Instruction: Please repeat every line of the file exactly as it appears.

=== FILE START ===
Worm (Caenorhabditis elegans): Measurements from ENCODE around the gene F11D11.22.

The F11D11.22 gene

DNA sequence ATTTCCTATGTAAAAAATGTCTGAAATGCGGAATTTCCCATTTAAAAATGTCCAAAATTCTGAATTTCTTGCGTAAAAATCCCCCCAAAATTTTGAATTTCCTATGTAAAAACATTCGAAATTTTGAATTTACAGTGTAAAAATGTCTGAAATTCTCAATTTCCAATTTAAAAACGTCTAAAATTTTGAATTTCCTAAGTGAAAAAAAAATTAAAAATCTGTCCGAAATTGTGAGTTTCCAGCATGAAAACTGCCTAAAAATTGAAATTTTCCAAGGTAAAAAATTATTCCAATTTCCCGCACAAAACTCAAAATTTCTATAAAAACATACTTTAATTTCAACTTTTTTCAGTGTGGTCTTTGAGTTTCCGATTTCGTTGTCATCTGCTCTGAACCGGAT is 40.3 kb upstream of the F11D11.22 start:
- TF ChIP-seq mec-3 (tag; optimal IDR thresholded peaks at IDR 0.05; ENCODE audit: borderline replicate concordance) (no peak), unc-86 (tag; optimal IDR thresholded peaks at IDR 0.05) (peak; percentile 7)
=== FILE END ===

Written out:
Worm (Caenorhabditis elegans): Measurements from ENCODE around the gene F11D11.22.

The F11D11.22 gene

DNA sequence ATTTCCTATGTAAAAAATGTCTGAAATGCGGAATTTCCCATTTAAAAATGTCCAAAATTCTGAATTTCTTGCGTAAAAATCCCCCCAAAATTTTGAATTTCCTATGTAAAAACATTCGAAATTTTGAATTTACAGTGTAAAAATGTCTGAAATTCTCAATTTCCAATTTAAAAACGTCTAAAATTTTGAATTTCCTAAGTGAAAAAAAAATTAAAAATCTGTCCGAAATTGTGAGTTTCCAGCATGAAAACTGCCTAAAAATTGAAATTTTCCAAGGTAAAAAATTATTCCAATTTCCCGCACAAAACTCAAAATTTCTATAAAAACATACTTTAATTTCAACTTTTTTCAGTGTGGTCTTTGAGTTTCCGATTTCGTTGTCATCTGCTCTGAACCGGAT is 40.3 kb upstream of the F11D11.22 start:
- TF ChIP-seq mec-3 (tag; optimal IDR thresholded peaks at IDR 0.05; ENCODE audit: borderline replicate concordance) (no peak), unc-86 (tag; optimal IDR thresholded peaks at IDR 0.05) (peak; percentile 7)